The David Procedure for Aortic Valve Sparing & Root Replacement
The David procedure is a method of replacing the aortic root while sparing the aortic valve. Cardiac surgeon Dr. Tirone David developed the technique at the Toronto General Hospital. Patients with aortic regurgitation (insufficiency) or an aortic aneurysm are often candidates for a David procedure. The David procedure can also be beneficial for those with Marfan syndrome, a disorder that affects connective tissue and can lead to various problems with the valves in the heart and the aorta.
Since patients with this disorder may also have problems with the adherence of a prosthetic valve, surgeons typically strive to repair, rather than replace, their valves and often opt to perform a David procedure.
The Benefits Of The David Procedure
The David procedure conceived by Dr. Tirone David preserves the patient's aortic valve by making any necessary repairs to the valve and then reconnecting it to a healthy section of the aortic root. Since many patients receiving an aortic valve replacement must take anticoagulants for the balance of their lives, retaining the natural valve by performing a David procedure can spare them the complications that such medications can cause. For example, anticoagulants can be hazardous when taken during pregnancy.
The Surgical Approach Of The David Proceure
During the David procedure, the patient will be placed on cardiopulmonary bypass, or a heart-lung machine. The machine will keep oxygen and blood flow regulated during the surgery. With a David procedure, the aortic valve is clamped and the aorta is divided above the coronary arteries. Small pieces of tissue are removed from the coronary ostia, or openings. The ascending aorta is then removed. A graft is sutured in place, to which the valve can then be attached. The surgeon makes any customizations needed and the coronary arteries are reattached. During a David procedure, the portion of the aorta containing the aortic valve is not detached from the heart.
The Modified David Procedure
The modified David procedure was not developed by Dr. Tirone David but by Dr. Lars G. Svensson of Cleveland Clinic. The modified David procedure is similar to the original David procedure. Although the David procedure provides the patient with numerous benefits, it is a technically challenging surgery. By reducing the difficulties a surgeon might encounter, the modified David procedure provides patients with greater access to a valve-sparing technique. The modified David procedure takes advantage of a special device, known as a Hegar's dilator.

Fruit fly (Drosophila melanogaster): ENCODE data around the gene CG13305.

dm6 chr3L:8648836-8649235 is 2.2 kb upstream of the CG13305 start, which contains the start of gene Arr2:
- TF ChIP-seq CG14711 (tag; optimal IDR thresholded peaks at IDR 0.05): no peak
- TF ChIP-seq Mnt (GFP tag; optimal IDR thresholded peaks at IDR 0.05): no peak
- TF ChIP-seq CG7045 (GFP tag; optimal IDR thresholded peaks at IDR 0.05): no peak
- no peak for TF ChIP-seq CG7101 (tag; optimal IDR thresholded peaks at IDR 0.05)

The surgeon places the dilator through the aortic valve into the outflow tract of the left ventricle. The dilator's size is determined by the average size of the tract in relation to the size of the patient. The surgeon can then shape the bottom of the graft to more closely resemble the aorta's natural dimensions by tying sutures around the dilator.Preliminary results indicate that the modified David procedure produces successful results. Using the dilator as part of the modified David procedure ensures proper sizing of the outflow tract, greater normalcy of the aortic root, and improvements in valve functionality.
About Dr. Tirone David
Dr. Tirone David, a native of Brazil, received his medical degree from the Universidade Federal do Parana. He received further training in thoracic and cardiovascular surgery at Ohio's Cleveland Clinic between 1970 and 1975 before immigrating to Canada and joining the Toronto General Hospital as a cardiovascular surgeon. He also teaches at the University of Toronto. An Officer of the Order of Canada, Dr. Tirone David has also received the Order of Ontario. He is a former president of the American Association of Thoracic Surgeons and is the current head of cardiovascular surgery for Toronto General Hospital. Dr. Tirone David has also performed surgery in a live Internet presentation, and often travels internationally to demonstrate his techniques to other surgeons. He has also authored numerous papers and book chapters on the David procedure and heart surgery in general.